Boomers may have higher rates of pain than younger people. This increases our probability of being prescribed opioids, sometimes even when we don’t really need them. Unfortunately, the more we have and take, the higher our risk of abuse or addiction.
As boomer women, we have an even higher risk of opioid abuse and addiction than do boomer men. While studies are still being done on why this is happening, initial explanations include our preference for taking psychoactive drugs to help us deal with painful life events such as widowhood or forced isolation and loneliness.
Boomer men, in comparison, have a greater tendency to use and abuse alcohol as a coping mechanism.
There are a few simple things we can do to minimize our risk of developing opioid abuse or addiction.
Let your doctor know which prescription and over-the-counter medications you are taking. Ask if there would be interactions with the opioid painkiller you’re being prescribed. Make sure to learn about possible side effects and how to best manage them.
All research makes it clear that you should take any opioid painkiller for the shortest possible time. The ideal would be three days (the threshold for abuse and addition).
So, ask your doctor to give you the least amount necessary, use them as directed, and then move to non-opioid pain medicines. Of course, if you are battling cancer or another chronic disease, talk with your pain management expert for advice and support.
In addition to being more convenient, having all your medications filled at the same pharmacy makes it easier to track your use. Also, this is a simple way for your healthcare providers to know what and how much of it you are taking.
Don’t mix-and-match your pain medications on your own or take them with alcohol or medications such as sleeping pills, muscle relaxants or tranquilizers. You also should not increase your dosage if you feel they are not working. Talk with your doctor first, and get their recommendation.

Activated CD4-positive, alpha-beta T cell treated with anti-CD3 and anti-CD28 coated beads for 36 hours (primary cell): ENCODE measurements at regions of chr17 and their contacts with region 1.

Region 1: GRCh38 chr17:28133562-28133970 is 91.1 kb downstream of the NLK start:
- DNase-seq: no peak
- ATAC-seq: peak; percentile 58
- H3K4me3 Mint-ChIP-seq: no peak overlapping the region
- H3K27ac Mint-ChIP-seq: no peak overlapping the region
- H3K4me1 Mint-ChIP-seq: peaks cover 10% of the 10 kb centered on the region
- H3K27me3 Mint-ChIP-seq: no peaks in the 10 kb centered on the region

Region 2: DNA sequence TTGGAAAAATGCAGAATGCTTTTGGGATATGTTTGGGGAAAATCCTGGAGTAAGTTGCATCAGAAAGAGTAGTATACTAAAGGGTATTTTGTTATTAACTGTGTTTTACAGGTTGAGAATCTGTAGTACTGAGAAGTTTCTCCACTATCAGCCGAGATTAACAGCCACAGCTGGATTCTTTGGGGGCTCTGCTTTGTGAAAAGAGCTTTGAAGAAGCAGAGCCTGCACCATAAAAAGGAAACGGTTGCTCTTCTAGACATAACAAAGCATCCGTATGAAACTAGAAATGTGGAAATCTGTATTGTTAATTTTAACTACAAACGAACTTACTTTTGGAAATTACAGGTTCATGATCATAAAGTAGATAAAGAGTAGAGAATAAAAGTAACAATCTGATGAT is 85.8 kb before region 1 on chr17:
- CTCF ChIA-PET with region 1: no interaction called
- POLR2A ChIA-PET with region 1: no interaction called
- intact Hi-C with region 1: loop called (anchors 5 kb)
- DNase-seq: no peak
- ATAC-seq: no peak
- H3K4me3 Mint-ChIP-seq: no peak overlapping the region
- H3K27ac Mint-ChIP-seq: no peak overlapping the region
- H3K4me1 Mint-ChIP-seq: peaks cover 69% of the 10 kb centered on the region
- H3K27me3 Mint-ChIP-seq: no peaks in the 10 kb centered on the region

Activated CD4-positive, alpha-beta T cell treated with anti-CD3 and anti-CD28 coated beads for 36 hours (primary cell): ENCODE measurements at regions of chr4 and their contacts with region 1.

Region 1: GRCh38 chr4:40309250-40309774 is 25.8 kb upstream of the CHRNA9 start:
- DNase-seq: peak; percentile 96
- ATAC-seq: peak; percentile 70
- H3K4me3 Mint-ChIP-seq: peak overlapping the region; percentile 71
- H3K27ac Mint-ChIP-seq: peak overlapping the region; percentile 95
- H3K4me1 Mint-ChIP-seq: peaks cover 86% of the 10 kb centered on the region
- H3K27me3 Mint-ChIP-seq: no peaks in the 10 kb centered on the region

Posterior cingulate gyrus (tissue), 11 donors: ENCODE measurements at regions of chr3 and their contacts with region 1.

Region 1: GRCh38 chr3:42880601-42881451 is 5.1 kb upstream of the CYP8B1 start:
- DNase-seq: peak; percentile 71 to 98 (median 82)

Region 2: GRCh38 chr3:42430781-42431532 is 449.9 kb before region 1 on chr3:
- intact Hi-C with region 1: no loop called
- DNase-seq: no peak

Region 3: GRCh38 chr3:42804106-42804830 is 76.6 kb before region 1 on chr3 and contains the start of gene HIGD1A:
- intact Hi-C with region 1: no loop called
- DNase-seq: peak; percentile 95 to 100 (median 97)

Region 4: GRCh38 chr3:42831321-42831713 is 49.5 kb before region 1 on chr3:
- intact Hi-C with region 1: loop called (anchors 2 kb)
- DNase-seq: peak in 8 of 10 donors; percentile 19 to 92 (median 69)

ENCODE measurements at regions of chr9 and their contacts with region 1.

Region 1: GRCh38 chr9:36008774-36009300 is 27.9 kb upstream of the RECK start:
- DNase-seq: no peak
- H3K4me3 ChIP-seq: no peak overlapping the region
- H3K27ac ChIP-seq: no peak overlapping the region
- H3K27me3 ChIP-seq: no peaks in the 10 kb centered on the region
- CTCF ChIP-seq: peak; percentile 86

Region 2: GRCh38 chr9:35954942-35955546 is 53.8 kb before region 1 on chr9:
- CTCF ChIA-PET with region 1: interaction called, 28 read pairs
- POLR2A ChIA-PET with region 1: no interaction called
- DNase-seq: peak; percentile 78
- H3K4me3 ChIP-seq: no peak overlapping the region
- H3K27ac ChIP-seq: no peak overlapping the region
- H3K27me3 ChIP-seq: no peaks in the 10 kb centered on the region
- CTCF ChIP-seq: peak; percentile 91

You should also talk with a competent doctor or healthcare provider about using minerals as a second line of defense (or as an adjunct) to prescription pain medicines.
Magnesium, for example, can be a huge help in managing the perception of pain. It has anti-nociceptive effects, which means it can keep a sensory receptor for pain from overreacting when it sends pain signals to the brain.
Spinach, pumpkin seeds, yogurt or kefir, almonds and black beans are good sources of magnesium. Another mineral to keep in mind is zinc. Animal studies suggest it may even help with opioid withdrawal and addiction.
Keep in mind that taking opioid painkillers may also remove vital nutrients from your body. So be sure to have your healthcare provider check your vitamin, mineral and other nutrient levels if you are going to be taking these medications for more than a couple of days.
Your best approach is to try non-opioid painkiller and non-pharmacological options first, and if these don’t work, then take the smallest effective opioid painkiller dose for the shortest possible time.
What is your experience with taking opioid painkillers for either acute or chronic pain? What steps have you taken to minimize your risk of abuse or addiction? Have you experienced either and how did you deal with it? Tell us about it. Please join the conversation.
Editor’s note: Nothing in this article should be considered medical advice. Always consult a doctor before making any changes to your diet, medical plan, or exercise routine.
Tags Medical Conditions